When the island split, the eastern side (Santo Domingo) returned to Spanish rule (briefly), however, the resurgent Haitians conquered and occupied it until 1844 when the Dominican Republic was established.

While all of the politics above played out, there was another, more harrowing story unfolding. In 1501, a few African slaves began to arrive in the port of Santo Domingo, the first Spanish colony in the ‘New World’, but with the island’s ownership lacking stability due to the fighting between the Spanish and French, it wasn’t until around 1700 that the slave trade began to import huge numbers of stolen Africans.

Tobacco plantations in the northern valleys, and sugar and cattle farming on the rest of the island saw the colonists bring over hundreds of thousands of slaves to the island in the 18th century. By 1777, more than 50% of the island’s population would be first, second, or third-generation Africans.

In the next section we will talk more about African migrations, but first, here are some of the lesser-known Dominican ancestries:

- Sephardic Jews, once exiled from Spain in the late 1400s, now number around 3,000 people in the Dominican Republic

- Lebanese, Syrians, and Palestinians fleeing conflicts arrived en masse and are believed to number over 80,000

- Waves of Chinese and Japanese immigrants arrived between 1916 and 1924, in the 1940s, and in the 1990s, with over 60,000 Chinese-ethnicity people in the country now. 3,600 of these were born in China, suggesting another recent wave of immigration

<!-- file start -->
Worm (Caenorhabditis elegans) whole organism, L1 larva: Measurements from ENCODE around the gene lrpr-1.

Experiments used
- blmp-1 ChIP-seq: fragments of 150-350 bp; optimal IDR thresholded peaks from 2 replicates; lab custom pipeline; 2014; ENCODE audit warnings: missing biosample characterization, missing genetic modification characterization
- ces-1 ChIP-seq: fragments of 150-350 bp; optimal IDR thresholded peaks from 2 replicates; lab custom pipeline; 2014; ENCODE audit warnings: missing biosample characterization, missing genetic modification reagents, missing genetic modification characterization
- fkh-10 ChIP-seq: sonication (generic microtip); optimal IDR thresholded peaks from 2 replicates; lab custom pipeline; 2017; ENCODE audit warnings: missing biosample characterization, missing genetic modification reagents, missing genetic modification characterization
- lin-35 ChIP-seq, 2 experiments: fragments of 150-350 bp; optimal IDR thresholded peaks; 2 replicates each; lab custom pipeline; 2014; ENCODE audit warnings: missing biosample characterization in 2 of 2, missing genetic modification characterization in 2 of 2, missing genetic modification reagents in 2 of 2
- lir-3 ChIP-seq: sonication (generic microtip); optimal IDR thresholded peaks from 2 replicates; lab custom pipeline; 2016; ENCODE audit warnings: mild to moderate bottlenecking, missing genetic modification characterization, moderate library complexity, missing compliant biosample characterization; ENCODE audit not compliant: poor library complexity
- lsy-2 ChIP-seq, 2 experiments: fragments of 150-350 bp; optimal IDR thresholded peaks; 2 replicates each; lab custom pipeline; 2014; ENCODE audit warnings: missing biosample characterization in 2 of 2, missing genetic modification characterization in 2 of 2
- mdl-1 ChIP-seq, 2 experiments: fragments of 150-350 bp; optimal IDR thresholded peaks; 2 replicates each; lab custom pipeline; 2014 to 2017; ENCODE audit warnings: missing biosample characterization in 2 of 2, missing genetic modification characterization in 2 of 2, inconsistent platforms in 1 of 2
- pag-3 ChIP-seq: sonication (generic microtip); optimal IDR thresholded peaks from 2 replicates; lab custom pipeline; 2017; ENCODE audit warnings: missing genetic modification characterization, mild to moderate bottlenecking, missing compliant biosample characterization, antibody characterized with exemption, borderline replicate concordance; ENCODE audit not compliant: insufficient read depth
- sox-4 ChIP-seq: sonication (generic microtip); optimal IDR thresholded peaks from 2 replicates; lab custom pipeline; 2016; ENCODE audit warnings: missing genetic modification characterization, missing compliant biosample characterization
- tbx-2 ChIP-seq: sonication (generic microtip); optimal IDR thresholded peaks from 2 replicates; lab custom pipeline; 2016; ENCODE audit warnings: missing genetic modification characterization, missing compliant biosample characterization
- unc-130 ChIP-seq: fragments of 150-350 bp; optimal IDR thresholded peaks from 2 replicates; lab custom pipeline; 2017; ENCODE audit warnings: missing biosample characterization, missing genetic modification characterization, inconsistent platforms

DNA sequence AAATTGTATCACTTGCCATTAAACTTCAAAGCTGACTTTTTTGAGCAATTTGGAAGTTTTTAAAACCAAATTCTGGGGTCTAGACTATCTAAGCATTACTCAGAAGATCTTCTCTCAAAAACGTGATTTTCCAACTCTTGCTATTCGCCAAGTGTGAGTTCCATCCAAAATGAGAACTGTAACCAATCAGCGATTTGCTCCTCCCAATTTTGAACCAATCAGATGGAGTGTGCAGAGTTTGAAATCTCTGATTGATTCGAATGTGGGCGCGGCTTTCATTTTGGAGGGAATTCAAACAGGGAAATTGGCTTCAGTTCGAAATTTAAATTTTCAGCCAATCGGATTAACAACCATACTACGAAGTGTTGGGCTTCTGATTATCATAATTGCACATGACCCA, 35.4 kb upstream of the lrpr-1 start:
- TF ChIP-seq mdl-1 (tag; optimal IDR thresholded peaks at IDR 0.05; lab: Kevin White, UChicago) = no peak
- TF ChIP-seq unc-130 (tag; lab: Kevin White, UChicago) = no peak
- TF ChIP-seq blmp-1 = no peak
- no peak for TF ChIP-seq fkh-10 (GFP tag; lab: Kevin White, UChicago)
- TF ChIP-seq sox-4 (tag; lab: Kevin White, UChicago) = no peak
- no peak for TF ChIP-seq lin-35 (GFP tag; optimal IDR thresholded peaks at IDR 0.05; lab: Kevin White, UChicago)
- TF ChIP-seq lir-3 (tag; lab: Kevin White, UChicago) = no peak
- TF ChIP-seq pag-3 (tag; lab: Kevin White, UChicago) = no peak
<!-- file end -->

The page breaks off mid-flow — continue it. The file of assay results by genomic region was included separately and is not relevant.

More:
- Dominican and Puerto Rican researchers have found that a small number of Dominicans have ‘Guanche’ DNA, belonging to the aboriginal people of the Canary Islands

- The largest immigrant population is, as expected, from neighbouring Haiti

Which African ancestries are most commonly found in Dominican genes?

Recent ancestry reports on a large group of Dominicans found that around 37-40% of them have African roots. These roots were then broken down into which African nations the DNA data suggested their ancestors were from, with Senegal having a disproportionately high presence. Roots from Nigeria, Cameroon, the Congo, Benin, Togo, Ghana, the Ivory Coast, and Mali are commonly found in the DNA of Dominicans too.

In the Domincan Republic’s 2014 population survey, 70.4% self-identified as mixed (mestizo/indio 58%, mulatto 12.4%), 15.8% black, 13.5% as white, and 0.3% as "other".

How can you find out more about Dominican ancestry?

Here are some links to help you on your journey:

History of the Dominican Republic

Dominican Genealogical Institute

National Archive (Archivo General de la Nacion)

National Library (Biblioteca Nacional)

Brown University Library

What can you learn from using a Living DNA kit?

Discover more about your Dominican ancestry, with our DNA testing kit reports exploring:

- Recent ancestry up to 500 years

- Sub-regional ancestry information about where your ancestors lived and migrated to

- Extended ancestry casting a lens back tens of thousands of years into the past

- DNA matching to see if you have any relatives in our data bank